According to Hackett, Dean, who is 48, might benefit from a break, even if just for a week, but this is unlikely given his ability and experience, plus the respect he enjoys from his employers, the Professional Game Match Officials Ltd.

The evening after the match at West Ham, he was on duty as Fourth Official for the match between Crystal Palace and Swansea.  The following Sunday, he was in the middle for the FA Cup match between Tottenham Hotspur and Aston Villa where his performance was excellent.  
In the same edition, the Telegraph's chief football writer, Sam Wallace, claimed there was "a mentality among certain referees that they would rather risk a red card that turns out to be wrong than fail to give one when it would have been justified".

He added: "Dean's on-pitch demeanour of absolute certainty and what appears to be a loftiness most likely contributes to the ferocity of the backlash against him." 

Photo: Wikimedia Commons

Monday, 2 January 2017


FORMER referee Keith Hackett has controversially called for Lee Mason to be axed as a Premier League referee.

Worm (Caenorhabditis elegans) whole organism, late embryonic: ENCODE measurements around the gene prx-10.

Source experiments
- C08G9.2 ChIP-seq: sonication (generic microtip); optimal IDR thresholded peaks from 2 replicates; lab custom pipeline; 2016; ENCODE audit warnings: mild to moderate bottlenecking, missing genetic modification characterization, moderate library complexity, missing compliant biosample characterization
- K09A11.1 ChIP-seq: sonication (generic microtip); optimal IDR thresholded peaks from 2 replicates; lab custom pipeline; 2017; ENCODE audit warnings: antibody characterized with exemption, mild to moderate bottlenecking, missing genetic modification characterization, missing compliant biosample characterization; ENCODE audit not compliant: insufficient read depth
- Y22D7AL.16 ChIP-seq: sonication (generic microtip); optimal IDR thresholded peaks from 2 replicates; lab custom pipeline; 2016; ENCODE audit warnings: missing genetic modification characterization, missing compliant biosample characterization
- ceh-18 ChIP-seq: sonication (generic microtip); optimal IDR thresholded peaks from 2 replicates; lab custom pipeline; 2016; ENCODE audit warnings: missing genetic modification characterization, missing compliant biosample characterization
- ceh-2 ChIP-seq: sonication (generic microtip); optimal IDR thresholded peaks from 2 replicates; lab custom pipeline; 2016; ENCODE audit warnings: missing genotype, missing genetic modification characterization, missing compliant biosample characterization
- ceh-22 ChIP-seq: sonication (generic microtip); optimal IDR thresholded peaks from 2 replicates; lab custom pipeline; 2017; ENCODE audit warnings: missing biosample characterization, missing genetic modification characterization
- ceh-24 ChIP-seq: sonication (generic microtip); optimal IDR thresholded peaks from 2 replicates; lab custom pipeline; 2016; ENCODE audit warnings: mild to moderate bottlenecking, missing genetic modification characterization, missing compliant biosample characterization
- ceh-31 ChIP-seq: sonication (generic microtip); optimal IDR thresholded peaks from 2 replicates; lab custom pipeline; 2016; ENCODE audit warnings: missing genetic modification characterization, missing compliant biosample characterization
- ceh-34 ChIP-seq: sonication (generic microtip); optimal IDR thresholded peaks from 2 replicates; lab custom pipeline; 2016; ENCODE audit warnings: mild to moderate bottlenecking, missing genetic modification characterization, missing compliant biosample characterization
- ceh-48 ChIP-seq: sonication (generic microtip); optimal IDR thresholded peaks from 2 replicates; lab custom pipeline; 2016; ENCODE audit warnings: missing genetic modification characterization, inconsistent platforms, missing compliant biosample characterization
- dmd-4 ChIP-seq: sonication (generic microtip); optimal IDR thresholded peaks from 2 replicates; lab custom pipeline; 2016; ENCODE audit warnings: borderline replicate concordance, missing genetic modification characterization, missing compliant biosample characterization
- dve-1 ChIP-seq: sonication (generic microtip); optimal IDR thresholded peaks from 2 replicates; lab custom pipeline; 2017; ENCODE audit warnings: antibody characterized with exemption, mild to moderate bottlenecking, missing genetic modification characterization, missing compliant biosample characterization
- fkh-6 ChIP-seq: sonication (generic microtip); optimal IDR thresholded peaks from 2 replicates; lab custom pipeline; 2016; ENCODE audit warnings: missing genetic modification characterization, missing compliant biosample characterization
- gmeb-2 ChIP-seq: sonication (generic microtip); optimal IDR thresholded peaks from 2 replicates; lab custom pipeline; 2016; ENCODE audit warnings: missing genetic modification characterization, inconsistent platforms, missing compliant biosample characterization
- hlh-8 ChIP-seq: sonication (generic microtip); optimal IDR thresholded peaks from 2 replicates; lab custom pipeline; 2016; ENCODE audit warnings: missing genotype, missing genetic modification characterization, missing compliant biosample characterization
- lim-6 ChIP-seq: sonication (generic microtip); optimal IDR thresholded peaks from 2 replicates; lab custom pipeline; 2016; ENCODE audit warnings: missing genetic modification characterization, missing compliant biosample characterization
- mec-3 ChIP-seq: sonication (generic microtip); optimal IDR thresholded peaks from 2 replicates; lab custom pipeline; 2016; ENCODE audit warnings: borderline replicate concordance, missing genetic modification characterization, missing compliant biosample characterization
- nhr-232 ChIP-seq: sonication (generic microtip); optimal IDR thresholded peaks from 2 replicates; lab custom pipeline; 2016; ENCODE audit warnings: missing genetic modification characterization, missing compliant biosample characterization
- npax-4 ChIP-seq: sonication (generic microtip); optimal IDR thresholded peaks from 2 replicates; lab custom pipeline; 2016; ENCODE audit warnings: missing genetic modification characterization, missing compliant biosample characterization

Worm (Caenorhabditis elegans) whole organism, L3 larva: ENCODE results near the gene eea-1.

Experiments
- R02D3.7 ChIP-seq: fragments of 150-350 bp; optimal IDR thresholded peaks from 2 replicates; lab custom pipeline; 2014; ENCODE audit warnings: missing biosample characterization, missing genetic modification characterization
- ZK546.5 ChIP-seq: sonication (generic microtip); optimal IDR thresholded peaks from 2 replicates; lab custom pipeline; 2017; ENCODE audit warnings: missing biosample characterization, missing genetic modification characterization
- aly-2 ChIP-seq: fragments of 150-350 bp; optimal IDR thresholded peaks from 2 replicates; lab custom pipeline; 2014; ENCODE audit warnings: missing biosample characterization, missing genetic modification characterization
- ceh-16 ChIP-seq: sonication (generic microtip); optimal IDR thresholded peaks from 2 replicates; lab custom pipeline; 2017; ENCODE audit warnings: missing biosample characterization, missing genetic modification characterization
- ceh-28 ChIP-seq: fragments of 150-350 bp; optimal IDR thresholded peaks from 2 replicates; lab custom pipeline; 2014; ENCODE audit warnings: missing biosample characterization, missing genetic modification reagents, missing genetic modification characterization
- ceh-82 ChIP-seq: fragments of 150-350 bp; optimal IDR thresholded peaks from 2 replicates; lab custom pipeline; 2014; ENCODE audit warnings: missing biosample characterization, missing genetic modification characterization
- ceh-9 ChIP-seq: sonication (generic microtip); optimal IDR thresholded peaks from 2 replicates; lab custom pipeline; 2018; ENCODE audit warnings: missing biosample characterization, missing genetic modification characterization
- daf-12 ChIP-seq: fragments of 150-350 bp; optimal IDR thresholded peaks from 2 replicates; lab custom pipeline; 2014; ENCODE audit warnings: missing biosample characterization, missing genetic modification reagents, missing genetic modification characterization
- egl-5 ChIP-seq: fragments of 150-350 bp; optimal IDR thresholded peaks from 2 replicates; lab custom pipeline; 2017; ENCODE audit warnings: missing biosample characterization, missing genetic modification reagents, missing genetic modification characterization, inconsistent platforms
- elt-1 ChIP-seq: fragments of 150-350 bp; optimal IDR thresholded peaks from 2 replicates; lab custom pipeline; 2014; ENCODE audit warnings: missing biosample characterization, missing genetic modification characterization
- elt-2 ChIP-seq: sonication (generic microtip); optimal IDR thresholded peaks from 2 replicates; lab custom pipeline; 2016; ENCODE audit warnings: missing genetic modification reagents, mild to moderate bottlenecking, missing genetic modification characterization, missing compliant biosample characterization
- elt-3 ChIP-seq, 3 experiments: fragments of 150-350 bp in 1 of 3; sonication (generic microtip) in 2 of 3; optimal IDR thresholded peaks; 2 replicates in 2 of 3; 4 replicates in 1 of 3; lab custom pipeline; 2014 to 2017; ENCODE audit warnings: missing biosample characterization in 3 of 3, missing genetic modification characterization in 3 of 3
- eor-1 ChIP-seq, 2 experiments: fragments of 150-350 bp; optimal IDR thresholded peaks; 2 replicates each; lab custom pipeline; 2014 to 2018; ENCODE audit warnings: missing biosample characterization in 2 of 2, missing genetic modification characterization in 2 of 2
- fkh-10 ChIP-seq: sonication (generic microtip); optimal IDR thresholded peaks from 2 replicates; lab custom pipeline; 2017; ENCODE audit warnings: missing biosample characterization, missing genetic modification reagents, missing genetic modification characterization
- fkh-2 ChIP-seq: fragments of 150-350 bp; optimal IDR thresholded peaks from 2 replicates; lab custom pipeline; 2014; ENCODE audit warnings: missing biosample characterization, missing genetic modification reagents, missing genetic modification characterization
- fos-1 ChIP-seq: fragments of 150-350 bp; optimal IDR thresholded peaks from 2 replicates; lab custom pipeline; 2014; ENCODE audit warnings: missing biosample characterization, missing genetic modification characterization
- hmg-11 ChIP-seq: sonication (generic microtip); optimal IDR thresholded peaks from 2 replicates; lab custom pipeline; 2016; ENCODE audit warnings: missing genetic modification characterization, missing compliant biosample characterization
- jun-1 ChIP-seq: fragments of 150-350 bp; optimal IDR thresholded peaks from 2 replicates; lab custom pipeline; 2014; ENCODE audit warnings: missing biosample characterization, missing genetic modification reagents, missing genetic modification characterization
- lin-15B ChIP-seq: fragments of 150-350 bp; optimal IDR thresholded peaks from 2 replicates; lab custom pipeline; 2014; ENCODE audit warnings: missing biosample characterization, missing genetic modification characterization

He makes the call in today's edition of his weekly column for The Daily Telegraph.

He says: "Lee Mason is past his sell-by-date and should be removed from the Premier League on a permanent basis.

"His performances have been on the slide for some time and the 45-year-old should be demoted to Football League duties as soon as possible."

Hackett says it was wrong of the Bolton-based  referee  to disallow for dangerous play Zlatan Ibrahimovic's goal for Manchester United v Middlesbrough on Saturday.

However, Hackett's call is likely to go unheeded - he retains the support of the refereeing hierarchy and is scheduled to take charge of today's Manchester City's home match with Burnley.
Bolton official Lee Mason - in the firing line